Japan, India leaders build ties amid trade, security worries

India’s Prime Minister Narendra Modi, left, shakes hands with Japan’s Prime Minister Shinzo Abe in Yamanakako village, Yamanashi prefecture, Sunday, Oct. 28, 2018. (AP/Kyodo News/Suo Takekuma)
Updated 28 October 2018
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Japan, India leaders build ties amid trade, security worries

  • Modi has been urging countries in the region to unite against protectionism and cross-border tensions
  • India and Japan are also set to hold the first joint military exercises involving ground forces next month

TOKYO: The leaders of Japan and India are reaffirming their ties amid growing worries about trade and regional stability.
Indian Prime Minister Narendra Modi, who arrived Saturday, was meeting Japanese Prime Minister Shinzo Abe at a resort area near Mount Fuji on Sunday. Modi is also visiting a nearby plant of major Japanese robot maker Fanuc.
Relations with China are a major issue shared by Modi and Abe, as their cooperation may balance China's growing regional influence and military assertiveness.
"The India-Japan partnership has been fundamentally transformed and it has been strengthened as a 'special strategic and global partnership,'" Modi told Kyodo News service. "There are no negatives but only opportunities in this relationship which are waiting to be seized."
Modi chose Japan among the first nations to visit after taking power four years ago. He has been urging countries in the Indo-Pacific region to unite against protectionism and cross-border tensions.
In another sign of closer relations, India and Japan are also set to hold their first joint military exercises involving ground forces, starting next month.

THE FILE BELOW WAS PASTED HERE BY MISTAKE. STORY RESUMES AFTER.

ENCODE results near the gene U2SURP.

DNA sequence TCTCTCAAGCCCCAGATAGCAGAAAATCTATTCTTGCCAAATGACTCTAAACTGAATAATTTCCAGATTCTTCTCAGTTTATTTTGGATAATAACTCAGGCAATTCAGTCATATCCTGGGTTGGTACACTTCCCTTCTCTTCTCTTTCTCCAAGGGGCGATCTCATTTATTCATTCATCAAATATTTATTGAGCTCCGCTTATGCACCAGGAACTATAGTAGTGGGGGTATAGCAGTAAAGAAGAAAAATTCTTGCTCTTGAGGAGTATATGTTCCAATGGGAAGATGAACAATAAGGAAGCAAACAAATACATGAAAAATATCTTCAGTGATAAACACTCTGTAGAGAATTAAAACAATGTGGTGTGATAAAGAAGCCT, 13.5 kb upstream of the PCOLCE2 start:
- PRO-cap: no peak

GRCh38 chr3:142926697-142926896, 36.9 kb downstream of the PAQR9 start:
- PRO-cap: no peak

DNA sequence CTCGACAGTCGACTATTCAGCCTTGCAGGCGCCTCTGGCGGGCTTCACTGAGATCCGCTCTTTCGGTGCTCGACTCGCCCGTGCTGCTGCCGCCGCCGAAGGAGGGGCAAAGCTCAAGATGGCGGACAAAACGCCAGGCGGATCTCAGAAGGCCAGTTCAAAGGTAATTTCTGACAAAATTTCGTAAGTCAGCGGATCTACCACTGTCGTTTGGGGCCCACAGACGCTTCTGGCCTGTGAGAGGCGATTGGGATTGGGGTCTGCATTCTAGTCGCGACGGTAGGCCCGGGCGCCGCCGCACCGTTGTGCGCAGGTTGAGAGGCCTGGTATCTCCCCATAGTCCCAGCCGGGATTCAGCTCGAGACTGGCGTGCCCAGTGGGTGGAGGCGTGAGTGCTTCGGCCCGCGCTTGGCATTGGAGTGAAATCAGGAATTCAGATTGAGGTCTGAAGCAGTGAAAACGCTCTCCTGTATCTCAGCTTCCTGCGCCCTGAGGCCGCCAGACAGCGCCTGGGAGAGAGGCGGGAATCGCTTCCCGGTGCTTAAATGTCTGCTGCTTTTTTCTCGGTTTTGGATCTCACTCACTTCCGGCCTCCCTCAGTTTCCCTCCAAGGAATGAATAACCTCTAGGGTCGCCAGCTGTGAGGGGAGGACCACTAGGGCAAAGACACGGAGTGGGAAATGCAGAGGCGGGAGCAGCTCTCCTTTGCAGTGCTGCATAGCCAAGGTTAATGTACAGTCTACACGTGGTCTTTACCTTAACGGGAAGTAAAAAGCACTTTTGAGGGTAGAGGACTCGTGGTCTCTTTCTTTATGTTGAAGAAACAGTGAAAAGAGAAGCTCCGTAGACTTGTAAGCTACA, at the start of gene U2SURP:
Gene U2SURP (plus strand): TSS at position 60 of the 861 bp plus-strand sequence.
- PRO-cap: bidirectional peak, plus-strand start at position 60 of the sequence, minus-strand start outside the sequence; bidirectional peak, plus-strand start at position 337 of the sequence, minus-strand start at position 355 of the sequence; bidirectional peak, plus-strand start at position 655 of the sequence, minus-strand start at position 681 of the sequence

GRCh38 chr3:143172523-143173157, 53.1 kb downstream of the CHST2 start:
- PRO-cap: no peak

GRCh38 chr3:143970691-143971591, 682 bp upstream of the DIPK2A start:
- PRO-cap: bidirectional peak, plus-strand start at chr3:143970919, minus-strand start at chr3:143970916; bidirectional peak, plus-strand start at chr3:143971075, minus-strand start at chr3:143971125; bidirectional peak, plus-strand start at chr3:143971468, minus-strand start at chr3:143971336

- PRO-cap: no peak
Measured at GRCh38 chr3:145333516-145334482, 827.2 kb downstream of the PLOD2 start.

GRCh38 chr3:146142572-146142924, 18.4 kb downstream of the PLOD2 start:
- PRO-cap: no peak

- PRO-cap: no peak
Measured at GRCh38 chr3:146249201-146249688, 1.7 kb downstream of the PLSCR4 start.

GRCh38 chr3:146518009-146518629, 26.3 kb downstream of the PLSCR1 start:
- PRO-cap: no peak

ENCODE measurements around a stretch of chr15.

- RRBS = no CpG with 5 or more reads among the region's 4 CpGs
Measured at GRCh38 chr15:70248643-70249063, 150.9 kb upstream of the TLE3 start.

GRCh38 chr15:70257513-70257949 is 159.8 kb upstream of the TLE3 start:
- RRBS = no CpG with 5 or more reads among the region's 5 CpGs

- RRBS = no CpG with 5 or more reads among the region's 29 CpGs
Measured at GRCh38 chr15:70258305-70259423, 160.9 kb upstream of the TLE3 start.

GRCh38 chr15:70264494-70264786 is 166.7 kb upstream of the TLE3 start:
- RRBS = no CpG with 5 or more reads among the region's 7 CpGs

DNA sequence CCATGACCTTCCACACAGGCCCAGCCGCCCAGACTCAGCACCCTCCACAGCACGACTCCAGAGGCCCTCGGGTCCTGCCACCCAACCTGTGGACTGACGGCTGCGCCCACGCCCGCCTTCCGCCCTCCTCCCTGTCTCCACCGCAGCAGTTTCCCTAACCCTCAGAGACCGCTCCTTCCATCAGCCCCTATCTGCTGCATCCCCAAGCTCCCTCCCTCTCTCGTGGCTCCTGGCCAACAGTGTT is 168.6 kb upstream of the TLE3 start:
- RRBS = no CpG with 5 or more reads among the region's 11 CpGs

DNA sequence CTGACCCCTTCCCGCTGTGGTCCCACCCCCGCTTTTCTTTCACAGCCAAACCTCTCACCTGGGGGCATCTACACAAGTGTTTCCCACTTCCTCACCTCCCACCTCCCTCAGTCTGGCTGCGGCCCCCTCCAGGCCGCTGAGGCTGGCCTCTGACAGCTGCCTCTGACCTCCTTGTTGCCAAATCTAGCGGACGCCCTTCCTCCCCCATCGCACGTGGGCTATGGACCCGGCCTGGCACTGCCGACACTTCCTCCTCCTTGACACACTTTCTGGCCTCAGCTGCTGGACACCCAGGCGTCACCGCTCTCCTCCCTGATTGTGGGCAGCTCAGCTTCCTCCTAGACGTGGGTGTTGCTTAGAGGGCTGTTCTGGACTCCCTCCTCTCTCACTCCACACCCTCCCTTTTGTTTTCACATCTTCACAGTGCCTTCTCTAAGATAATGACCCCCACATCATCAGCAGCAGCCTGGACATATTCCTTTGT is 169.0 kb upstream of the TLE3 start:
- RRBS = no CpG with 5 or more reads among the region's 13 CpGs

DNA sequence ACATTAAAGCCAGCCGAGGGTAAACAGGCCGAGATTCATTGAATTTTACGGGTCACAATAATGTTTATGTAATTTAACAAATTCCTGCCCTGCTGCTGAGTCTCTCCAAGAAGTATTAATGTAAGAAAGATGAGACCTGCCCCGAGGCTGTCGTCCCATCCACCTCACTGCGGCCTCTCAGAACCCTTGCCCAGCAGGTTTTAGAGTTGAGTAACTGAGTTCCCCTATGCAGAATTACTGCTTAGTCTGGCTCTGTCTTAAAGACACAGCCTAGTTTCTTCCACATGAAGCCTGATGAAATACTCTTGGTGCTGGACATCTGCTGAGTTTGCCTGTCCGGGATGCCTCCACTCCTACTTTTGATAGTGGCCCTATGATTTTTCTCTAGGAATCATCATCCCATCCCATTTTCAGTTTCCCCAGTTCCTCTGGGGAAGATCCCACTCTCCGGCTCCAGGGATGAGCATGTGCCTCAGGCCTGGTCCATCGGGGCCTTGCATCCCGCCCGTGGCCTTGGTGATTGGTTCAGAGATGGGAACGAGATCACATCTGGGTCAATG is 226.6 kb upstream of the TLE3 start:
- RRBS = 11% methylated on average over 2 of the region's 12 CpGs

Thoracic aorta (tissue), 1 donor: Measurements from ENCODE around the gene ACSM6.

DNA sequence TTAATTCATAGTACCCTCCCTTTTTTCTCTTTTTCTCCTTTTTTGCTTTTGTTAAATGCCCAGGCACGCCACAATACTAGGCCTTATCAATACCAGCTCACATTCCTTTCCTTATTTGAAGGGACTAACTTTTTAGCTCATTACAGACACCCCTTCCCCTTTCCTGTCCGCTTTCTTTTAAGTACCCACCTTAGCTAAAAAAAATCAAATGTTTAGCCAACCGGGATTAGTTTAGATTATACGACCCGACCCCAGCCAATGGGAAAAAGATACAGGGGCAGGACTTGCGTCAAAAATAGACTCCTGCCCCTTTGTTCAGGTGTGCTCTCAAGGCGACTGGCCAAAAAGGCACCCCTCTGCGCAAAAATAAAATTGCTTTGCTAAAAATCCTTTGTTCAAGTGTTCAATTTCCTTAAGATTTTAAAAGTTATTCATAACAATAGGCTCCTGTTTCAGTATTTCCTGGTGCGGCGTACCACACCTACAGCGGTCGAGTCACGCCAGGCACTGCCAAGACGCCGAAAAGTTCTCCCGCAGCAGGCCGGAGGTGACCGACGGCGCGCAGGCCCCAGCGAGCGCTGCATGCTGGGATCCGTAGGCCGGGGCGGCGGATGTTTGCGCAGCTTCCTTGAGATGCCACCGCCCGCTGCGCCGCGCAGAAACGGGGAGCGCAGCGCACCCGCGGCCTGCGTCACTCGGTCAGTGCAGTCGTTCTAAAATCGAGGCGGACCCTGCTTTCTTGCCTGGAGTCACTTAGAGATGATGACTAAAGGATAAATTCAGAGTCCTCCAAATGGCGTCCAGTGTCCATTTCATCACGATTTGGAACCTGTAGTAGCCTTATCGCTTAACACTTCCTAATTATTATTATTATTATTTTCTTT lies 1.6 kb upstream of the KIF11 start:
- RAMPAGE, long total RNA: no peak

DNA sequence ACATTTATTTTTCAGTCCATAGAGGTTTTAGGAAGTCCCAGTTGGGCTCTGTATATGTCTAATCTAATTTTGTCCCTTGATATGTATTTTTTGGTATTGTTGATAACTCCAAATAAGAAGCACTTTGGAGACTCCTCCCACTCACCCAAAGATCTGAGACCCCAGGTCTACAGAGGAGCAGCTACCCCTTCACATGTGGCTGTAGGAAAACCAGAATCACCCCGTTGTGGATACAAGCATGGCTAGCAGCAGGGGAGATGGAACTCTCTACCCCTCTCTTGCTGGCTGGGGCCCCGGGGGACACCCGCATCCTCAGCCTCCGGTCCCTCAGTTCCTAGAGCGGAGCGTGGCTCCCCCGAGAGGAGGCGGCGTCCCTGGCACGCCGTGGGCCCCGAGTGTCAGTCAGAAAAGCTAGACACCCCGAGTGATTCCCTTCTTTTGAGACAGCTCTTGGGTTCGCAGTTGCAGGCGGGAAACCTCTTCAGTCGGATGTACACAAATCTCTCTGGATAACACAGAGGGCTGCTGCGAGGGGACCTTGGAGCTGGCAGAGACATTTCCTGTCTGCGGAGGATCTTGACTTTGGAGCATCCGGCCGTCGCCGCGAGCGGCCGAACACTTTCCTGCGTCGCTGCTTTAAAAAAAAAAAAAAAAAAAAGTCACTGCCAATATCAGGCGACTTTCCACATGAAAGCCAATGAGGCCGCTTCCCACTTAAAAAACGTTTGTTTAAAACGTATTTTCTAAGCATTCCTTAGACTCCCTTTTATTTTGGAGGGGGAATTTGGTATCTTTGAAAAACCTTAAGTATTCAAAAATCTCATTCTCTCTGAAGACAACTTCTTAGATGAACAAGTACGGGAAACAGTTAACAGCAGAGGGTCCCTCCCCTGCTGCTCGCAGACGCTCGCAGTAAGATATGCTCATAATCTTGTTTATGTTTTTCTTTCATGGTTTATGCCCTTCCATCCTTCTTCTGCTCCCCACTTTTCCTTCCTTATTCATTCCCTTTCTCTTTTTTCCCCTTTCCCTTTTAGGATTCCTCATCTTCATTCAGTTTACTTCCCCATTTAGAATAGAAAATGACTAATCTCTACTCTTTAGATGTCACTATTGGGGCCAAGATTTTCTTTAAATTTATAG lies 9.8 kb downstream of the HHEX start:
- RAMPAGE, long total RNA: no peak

Abe has just returned from China, where he met President Xi Jinping and agreed the two nations were "sharing more common interests and concerns."
President Donald Trump's policies that have targeted mostly China with tariffs, but also Japan and other nations, accusing them of unfair trade practices, are working to prod India and Japan to promote their economic ties.
The Japanese Foreign Ministry said the leaders had lunch at a hotel in Yamanashi Prefecture, west of Tokyo, and exchanged a wide range of views on pursuing "a free and open" Indo-Pacific region. Abe told Modi about his recent trip to China, and both sides agreed on the need to cooperate closely on getting North Korea to drop nuclear weapons development, the ministry said in a statement.
Japan's investment in India still has room to grow. Japan is helping India build a super-fast railway system.
Abe has made bolstering and opening the nation's economy central to his policies called "Abenomics," and has encouraged trade, foreign investment and tourism.
Although Japan has long seen the US as its main ally, especially in defense, Abe is courting other ties. He has also been vocal about free trade, which runs counter to Trump's moves to raise tariffs.
Earlier this year, Japan signed a landmark deal with the European Union that will eliminate nearly all tariffs on products they trade. European and Japanese leaders pledged to strengthen their partnership in defense, climate change and human exchange, to send what they called a clear message against protectionism.